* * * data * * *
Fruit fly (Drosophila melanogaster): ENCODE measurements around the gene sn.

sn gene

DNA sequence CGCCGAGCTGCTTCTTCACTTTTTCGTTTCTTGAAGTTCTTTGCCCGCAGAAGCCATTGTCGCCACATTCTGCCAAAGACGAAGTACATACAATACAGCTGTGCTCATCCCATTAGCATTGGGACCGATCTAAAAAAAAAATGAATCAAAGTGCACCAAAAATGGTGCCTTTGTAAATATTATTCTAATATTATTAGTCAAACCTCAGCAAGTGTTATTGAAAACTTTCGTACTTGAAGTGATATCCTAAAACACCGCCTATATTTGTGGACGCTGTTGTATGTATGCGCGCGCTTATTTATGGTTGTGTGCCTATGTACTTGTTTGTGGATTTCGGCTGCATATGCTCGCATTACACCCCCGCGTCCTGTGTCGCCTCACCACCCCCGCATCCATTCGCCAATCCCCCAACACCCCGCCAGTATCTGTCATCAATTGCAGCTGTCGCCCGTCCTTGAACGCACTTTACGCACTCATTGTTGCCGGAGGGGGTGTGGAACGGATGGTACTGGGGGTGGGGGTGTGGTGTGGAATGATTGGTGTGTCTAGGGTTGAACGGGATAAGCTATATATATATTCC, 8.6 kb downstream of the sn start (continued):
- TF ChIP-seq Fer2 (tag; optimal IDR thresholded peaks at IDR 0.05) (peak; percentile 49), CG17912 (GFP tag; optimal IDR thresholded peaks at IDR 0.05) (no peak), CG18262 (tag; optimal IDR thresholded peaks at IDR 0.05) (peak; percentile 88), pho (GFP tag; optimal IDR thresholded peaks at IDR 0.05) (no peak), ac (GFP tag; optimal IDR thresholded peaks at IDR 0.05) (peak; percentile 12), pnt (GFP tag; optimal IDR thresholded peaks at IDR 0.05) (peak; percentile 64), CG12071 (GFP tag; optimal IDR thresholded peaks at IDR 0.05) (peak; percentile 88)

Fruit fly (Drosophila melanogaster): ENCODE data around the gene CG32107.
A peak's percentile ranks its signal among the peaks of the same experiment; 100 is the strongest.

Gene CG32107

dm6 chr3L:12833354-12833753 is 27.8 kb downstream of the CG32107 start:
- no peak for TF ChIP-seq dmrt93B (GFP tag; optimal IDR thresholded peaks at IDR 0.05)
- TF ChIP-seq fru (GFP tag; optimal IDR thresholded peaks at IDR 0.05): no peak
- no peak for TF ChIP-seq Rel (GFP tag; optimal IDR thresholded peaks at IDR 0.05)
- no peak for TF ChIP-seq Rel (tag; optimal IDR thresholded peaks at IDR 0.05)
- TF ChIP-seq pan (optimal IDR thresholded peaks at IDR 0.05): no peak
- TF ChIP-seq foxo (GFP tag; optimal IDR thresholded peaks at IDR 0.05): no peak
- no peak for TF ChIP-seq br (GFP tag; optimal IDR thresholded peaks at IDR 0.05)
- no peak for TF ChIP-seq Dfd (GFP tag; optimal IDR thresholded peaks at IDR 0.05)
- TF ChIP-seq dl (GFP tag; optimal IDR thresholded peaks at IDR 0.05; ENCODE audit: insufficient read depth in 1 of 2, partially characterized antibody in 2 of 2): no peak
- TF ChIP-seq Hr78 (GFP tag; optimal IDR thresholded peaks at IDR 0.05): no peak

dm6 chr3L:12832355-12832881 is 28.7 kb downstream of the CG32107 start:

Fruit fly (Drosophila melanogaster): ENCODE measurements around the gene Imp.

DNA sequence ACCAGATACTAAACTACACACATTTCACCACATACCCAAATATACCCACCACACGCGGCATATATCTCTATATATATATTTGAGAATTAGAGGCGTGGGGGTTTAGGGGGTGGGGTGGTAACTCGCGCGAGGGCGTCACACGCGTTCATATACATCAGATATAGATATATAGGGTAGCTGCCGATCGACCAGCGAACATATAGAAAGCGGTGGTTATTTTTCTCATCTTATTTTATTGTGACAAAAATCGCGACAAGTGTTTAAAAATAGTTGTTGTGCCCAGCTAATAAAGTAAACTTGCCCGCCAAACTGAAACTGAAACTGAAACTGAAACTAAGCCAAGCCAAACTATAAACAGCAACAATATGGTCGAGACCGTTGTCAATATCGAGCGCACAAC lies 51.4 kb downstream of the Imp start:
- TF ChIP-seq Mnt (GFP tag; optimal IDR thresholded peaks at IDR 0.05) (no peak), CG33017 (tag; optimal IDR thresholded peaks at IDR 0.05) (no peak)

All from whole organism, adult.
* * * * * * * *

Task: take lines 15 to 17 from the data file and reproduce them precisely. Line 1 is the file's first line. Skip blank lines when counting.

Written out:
- no peak for TF ChIP-seq br (GFP tag; optimal IDR thresholded peaks at IDR 0.05)
- no peak for TF ChIP-seq Dfd (GFP tag; optimal IDR thresholded peaks at IDR 0.05)
- TF ChIP-seq dl (GFP tag; optimal IDR thresholded peaks at IDR 0.05; ENCODE audit: insufficient read depth in 1 of 2, partially characterized antibody in 2 of 2): no peak